Sara Benson Real Estate Expert and Consumer Advocate Delivers Advice

Surviving Financial Ruin When Buying A Distressed Condominium

Posted in Chicago Real Estate by sarabensonexpert on January 20, 2010

January 20, 2010

Chicago’s Hot Foreclosure Market: Part One

By Sara Benson, CRB, ABR

Chicago’s foreclosure market is hotter than a pistol. Ultra-low priced inventory is briskly percolating—and evaporating–as bargain hunters scoop up deals. But among the hundreds of lustrous pearls, are tens of thousands of unsavory swine in inventory. Aside from the visible signs, how does a buyer know the difference?

Without doing Mensa-level homework and performing detailed due diligence, what may appear to be a bargain, can turn into a huge financial albatross. This monster can haunt a buyer for years to come—representing not only a loss of all invested capital, but a future financial drain in the form of special assessments, as well.

The ancient Latin expression “caveat emptor” or “let the buyer beware,” still pertains in today’s real estate market more than ever. Generally, it is the accepted doctrine that controls the sale of real estate after the closing. In the past 3,000 years, times have not changed much.

In the foreclosure free-for-all, very little consumer protection exists. Despite scanty disclosures and government regulations, major risks remain—especially in purchasing a condominium. Many of these hidden risks are overlooked by even savvy investors.

Foreclosures, corporate-owned and estate sale properties are generally sold without any warranties–in “AS IS” and “WHERE IS” condition. There are typically no property disclosures and no survey. Federal and State mandated disclosures cover everything from lead-based paint to mold, asbestos, or any other known property defect including notice of code violations and lot line disputes.

But in a foreclosure no disclosures are available because the “owner” has never occupied the property. This is just one of many reasons foreclosure prices are substantially lower than ordinary real estate inventory. The purchaser is buying “at their own risk.”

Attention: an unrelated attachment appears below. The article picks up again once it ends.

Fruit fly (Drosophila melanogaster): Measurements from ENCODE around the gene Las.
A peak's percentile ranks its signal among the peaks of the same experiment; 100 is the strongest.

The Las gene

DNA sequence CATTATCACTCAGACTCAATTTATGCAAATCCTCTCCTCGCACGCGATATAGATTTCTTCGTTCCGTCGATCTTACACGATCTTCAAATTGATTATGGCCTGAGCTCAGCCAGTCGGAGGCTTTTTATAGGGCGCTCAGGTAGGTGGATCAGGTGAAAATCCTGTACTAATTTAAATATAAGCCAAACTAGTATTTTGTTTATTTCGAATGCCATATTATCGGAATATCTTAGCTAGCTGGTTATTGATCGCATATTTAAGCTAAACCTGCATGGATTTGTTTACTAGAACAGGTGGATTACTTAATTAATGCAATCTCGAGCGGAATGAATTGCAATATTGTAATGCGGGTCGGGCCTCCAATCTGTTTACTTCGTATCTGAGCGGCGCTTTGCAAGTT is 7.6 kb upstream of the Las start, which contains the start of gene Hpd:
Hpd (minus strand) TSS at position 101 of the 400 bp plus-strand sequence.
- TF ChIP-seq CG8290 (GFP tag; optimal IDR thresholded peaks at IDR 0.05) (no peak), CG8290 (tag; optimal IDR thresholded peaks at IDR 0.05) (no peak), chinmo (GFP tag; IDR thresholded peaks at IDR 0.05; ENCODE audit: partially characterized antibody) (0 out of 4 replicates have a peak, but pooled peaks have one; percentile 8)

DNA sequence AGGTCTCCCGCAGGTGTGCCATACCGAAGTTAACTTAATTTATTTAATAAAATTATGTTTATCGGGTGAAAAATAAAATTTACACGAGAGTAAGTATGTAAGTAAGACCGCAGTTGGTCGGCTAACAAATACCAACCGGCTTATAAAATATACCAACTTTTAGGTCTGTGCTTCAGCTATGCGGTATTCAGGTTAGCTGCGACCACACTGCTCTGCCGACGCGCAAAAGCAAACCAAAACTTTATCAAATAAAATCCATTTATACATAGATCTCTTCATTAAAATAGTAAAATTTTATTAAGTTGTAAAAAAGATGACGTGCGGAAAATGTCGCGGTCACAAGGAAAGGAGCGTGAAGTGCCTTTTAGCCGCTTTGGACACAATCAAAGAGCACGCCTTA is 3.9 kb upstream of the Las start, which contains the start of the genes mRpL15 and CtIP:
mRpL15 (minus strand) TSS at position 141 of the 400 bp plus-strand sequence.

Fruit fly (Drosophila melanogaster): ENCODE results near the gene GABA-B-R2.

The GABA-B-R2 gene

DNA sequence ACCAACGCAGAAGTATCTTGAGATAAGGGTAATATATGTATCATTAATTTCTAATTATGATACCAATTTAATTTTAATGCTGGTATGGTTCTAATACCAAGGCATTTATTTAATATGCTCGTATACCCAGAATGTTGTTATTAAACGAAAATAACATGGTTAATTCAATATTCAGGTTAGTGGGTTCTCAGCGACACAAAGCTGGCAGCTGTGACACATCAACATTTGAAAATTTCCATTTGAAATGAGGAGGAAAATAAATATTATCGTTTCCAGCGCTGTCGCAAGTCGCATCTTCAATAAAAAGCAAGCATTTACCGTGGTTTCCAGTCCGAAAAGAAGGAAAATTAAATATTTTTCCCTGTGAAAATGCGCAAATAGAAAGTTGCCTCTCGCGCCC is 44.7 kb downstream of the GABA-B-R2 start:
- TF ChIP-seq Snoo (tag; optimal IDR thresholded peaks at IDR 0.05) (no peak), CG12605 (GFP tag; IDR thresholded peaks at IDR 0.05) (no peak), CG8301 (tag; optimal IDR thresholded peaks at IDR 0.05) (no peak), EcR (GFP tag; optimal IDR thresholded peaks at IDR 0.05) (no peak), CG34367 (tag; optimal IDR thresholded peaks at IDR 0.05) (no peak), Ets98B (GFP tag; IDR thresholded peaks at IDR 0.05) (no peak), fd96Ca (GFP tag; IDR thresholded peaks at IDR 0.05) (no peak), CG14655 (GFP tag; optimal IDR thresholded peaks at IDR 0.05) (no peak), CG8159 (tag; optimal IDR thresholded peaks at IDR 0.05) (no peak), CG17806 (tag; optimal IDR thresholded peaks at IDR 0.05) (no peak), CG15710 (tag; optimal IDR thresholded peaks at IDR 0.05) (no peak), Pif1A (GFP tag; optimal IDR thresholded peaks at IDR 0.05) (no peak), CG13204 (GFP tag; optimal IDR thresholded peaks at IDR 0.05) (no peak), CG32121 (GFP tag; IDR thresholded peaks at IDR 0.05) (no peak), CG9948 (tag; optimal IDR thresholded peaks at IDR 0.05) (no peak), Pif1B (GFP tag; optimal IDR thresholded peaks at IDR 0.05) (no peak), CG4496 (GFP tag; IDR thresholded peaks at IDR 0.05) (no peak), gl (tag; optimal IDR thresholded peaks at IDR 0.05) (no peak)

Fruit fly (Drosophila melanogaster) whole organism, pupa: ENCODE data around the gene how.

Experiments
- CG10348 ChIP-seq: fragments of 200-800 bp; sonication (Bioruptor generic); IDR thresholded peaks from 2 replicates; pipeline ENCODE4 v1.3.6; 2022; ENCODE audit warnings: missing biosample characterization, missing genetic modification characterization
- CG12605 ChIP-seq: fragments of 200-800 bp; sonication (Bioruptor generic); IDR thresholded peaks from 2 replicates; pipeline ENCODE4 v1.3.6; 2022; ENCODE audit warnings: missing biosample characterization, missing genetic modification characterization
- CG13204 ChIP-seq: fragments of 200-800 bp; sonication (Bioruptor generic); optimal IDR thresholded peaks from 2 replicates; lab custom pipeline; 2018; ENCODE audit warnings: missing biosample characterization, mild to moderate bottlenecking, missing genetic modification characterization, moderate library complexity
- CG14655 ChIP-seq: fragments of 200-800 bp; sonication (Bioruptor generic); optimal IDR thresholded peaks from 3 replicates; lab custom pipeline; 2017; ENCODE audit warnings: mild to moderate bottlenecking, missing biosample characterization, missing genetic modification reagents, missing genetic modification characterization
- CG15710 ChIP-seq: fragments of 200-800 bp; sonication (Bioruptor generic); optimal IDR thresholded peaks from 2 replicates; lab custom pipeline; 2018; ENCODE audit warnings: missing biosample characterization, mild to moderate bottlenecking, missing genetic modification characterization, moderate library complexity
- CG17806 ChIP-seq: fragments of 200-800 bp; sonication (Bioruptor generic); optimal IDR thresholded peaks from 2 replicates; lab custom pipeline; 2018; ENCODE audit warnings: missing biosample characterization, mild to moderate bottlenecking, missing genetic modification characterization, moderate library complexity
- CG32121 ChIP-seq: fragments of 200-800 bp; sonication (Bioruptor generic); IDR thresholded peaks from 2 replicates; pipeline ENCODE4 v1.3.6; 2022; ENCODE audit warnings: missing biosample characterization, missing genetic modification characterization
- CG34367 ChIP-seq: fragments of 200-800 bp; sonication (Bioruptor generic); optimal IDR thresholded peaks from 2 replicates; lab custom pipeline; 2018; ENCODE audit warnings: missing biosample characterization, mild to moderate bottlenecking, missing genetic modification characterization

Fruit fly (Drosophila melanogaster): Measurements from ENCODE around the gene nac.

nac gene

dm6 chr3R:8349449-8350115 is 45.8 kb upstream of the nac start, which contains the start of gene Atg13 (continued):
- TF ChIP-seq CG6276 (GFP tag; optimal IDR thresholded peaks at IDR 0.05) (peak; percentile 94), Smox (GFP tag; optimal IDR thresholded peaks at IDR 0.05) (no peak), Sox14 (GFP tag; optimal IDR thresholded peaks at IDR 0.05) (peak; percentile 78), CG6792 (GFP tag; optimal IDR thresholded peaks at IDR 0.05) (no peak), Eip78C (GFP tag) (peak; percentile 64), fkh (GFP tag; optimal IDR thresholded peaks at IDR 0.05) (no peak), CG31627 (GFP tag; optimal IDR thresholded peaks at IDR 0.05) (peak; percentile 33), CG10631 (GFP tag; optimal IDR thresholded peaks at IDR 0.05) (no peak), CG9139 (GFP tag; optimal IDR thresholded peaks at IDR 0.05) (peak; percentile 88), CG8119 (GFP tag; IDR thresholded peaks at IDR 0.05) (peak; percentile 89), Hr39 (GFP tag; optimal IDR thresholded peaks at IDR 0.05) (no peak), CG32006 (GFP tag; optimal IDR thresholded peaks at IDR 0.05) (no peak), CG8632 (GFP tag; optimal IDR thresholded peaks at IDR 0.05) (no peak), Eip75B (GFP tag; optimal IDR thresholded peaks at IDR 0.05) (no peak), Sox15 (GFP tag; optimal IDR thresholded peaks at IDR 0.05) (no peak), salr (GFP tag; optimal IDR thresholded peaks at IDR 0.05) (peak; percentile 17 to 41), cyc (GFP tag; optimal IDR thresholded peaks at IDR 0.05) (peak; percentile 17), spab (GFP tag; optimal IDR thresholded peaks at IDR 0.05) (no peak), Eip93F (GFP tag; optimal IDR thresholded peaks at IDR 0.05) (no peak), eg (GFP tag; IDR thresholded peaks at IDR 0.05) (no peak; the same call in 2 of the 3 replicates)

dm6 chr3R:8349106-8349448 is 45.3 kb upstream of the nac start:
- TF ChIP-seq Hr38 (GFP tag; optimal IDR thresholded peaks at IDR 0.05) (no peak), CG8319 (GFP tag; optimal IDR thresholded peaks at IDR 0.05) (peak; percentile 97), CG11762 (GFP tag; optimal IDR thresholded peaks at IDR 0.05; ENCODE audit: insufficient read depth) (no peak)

Forget about the condition of the walls and airspace within the condominium unit. Focus on the health of the building’s condo association. This is critical in making a profitable investment decision. When purchasing a condominium, the purchaser is also buying into a mini-governmental entity–complete with a President, Secretary, Treasurer and a Board of Directors similar to the Legislature. This government may be as well run as Switzerland, or reminiscent of the worst of Third World countries. So how does a buyer know the difference?

Use caution when purchasing a unit in a newer building—especially anything built since 2005. Due to the recent market downturn, some of these buildings have an extremely low number of owner-occupied units as more and more condos fall into foreclosure. A high ratio of foreclosures will severely affect resale value. With rare exception, conventional Fannie Mae (FNMA) financing prohibits making loans in buildings with less than a 70 percent owner-occupancy ratio (up from 51 percent.) The Federal Housing Authority (FHA) loan threshold, effective December 7, 2009, for owner-occupied units is a minimum of 50 percent

Also exercise caution when purchasing a unit in a smaller building. For example, if one unit in a three-unit condominium is not paying association fees, the operating income of the association experiences a 33 percent deficit. If that same unit becomes a rental, the building will no longer meet FNMA’s 70 percent owner-occupancy ratio for conventional financing. (If the unit goes into foreclosure, the building would then be 33 percent vacant.) This will limit the pool of available buyers—and thus the resale potential–for all of the units in the building.

Buyers should make certain to retain an experienced buyer’s broker who will exclusively represent the purchaser’s best interests, to scour the market, perform complete research and thoroughly analyze data. Without representation, a buyer could easily find themselves swimming with sharks.

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A veteran real estate broker and appraiser, published author and national speaker on real estate issues, Sara Benson, CRB, ABR, is president of Benson Stanley Realty in Chicago. Email: Sara.Benson@BensonStanley.com.  Web Address: http://www.bensonstanley.com Telephone: 312-337-4600

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One Response

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  1. Keshto Arya said, on October 9, 2012 at 6:33 am

    Always good to find a new website this good I’ll be back for certain.


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